The Inquirer reports the acquisition and notes only a letter to Vexcel users as evidence. Gee, this is sort of like how we stumbled on Microsoft acquiring GeoTango late last year…
Update: Virtual Globes’ Alan Glennon has the official word.
Update 2: Microsoft shared this statement:
Microsoft has entered into an agreement with Vexcel Corporation to acquire the company. The acquisition is part of Microsoft’s exciting vision to deliver a dynamic, immersive digital representation of the real world that provides the best local search and mapping experience to consumers, businesses and government. Vexcel’s people, products, and services will play a key role in helping Microsoft deliver on this vision. The agreement requires regulatory approval in the United States and in certain EU countries (Germany and Italy), and more details will be provided once the deal is closed.
Update 3: Microsoft VE blog says the papers were signed last week.
by Adena Schutzberg on 03/17 at 08:47 AM |
In a not particularly earth-shattered article Wired highlights the new satellites expected from GeoEye and DigitalGlobe in the coming months/year. The spokespersons from the companies work very hard to make clear that the imagery is not in real time and that its overhead.
What the artilce does not cover is the real issue here: how long does it take to get these online services and in-car systems up to date imagery/street networks? I recall asking that of a data vendor once, basically, how often do you give “updated data” to clients? The answer, essentially was “some are monthly, one is weekly.” But, the data folks always caution that don’t know how quickly the custoers upload it to their systems!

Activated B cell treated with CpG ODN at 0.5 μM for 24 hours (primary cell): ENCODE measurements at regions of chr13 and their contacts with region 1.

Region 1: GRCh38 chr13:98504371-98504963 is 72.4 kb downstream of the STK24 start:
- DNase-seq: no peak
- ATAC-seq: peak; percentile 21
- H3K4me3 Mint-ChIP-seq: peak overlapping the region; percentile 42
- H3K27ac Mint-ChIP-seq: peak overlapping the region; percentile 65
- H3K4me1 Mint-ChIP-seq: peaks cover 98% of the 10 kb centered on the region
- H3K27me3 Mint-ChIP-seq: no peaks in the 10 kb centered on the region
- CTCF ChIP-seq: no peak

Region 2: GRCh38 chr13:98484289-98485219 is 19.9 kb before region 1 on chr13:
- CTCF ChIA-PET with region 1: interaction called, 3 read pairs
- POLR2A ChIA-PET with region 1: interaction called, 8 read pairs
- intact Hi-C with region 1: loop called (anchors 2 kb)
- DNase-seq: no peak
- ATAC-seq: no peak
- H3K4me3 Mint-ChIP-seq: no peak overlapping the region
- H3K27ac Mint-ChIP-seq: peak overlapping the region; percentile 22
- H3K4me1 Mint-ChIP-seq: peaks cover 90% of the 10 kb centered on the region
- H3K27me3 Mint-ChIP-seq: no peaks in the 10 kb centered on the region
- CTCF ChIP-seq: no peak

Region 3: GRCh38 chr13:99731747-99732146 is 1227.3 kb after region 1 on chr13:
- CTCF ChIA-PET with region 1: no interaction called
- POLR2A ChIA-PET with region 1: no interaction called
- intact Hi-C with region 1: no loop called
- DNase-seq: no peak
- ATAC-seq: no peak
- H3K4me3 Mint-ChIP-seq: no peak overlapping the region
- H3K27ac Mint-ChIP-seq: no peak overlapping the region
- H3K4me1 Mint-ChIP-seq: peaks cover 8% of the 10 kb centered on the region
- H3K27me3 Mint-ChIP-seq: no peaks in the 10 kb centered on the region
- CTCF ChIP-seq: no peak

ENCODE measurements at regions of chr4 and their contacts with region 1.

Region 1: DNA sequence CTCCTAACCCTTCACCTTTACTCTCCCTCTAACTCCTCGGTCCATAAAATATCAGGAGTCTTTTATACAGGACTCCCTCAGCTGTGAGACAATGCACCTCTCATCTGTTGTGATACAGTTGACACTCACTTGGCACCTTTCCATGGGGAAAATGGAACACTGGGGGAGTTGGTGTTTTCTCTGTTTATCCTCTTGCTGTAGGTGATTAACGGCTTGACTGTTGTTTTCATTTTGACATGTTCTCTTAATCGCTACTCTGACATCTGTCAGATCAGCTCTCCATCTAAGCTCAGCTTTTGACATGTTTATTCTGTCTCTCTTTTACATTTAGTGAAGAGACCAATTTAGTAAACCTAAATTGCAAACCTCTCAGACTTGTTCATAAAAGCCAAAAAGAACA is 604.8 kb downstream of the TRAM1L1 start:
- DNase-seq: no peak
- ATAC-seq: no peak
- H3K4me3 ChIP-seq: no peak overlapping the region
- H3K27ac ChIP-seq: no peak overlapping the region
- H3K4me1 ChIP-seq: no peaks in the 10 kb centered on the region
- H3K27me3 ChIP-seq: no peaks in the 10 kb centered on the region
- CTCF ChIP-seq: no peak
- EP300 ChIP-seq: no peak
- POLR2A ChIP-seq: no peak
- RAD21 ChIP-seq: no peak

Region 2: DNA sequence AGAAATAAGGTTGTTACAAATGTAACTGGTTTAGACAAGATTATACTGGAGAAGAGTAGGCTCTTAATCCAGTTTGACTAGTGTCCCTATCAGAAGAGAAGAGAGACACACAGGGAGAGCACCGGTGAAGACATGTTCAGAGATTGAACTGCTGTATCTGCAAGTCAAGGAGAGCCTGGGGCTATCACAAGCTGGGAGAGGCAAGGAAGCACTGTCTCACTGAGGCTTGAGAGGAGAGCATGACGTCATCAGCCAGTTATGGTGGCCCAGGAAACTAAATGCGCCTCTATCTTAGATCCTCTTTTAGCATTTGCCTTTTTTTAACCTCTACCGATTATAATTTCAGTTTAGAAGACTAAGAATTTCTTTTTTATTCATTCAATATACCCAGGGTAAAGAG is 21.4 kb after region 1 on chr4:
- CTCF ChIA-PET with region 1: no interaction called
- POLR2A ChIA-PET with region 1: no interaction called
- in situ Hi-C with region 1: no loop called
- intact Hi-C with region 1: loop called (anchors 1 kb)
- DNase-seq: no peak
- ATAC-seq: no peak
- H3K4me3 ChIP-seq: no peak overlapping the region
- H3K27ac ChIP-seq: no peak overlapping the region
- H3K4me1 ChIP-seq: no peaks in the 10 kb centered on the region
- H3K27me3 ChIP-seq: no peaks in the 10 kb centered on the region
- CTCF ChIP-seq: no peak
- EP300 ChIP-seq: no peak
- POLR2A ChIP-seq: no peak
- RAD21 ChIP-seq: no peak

Now, I know that “update changes only” solutions are making it easier to load updates, but I don’t think most people are impressed at the update rate on Google Earth/Live Local/etc. One way to impress us? Make the metadata on “date captured” available to users!
by Adena Schutzberg on 03/17 at 08:31 AM |
The Denver Post has a long and detailed article about State Sen. Tom Wiens who introduced a bill in the state legislature to provide funding to buy commercial imagery satellite imagery in support of wild fire fighting. Several days before the bill’s introduction, Lockheed Martin, a backer of Space Imaging, gave $100,000 to a charity Wiens heads. Wiens maintains there was no connection and that he was not aware of the relationship between the two companies. That part I follow. Then it gets complicated.
Apparently the bill got lots of support, but Wiens killed it after the state determined it’d cost $400 million to put a satellite in space. Huh? The original bill said they’d provide money to get commercial imagery! How is sending a satellite into space involved?
The best part of the article is a quote from Skip Edel, the Colorado State Forest Service’s expert on satellite-based imagery. He expressed his take on commercial satellite imagery:
“They don’t do well on monitoring active fires,” Edel said. “They don’t see through smoke.”
by Adena Schutzberg on 03/17 at 08:15 AM |
by Adena Schutzberg on 03/17 at 07:55 AM |
Investor’s Business Daily previews its weekend offerings including this curious tidbit:
You may be accustomed to mapping out destinations online or on paper, but what about on your cell phone? Rand McNally and Google (GOOG) are just two companies rolling out mobile maps with GPS features and voice-guided directions. Jean Lee sat down with our technology contributor Bambi Francisco for a rundown on the pros and cons of these high-tech maps.
I’m aware of Google Maps support on mobile phones, but hadn’t heard of anything like this.
Update: An article on a little Google party in Waterloo Canada reminds me of Google’s wireless acquisition in that city.
The Waterloo office will primarily start out in mobile applications technology such as SMS Google searching and Google Maps on cell phones, but the office has the potential to grow into other technologies over time.
by Adena Schutzberg on 03/17 at 07:49 AM |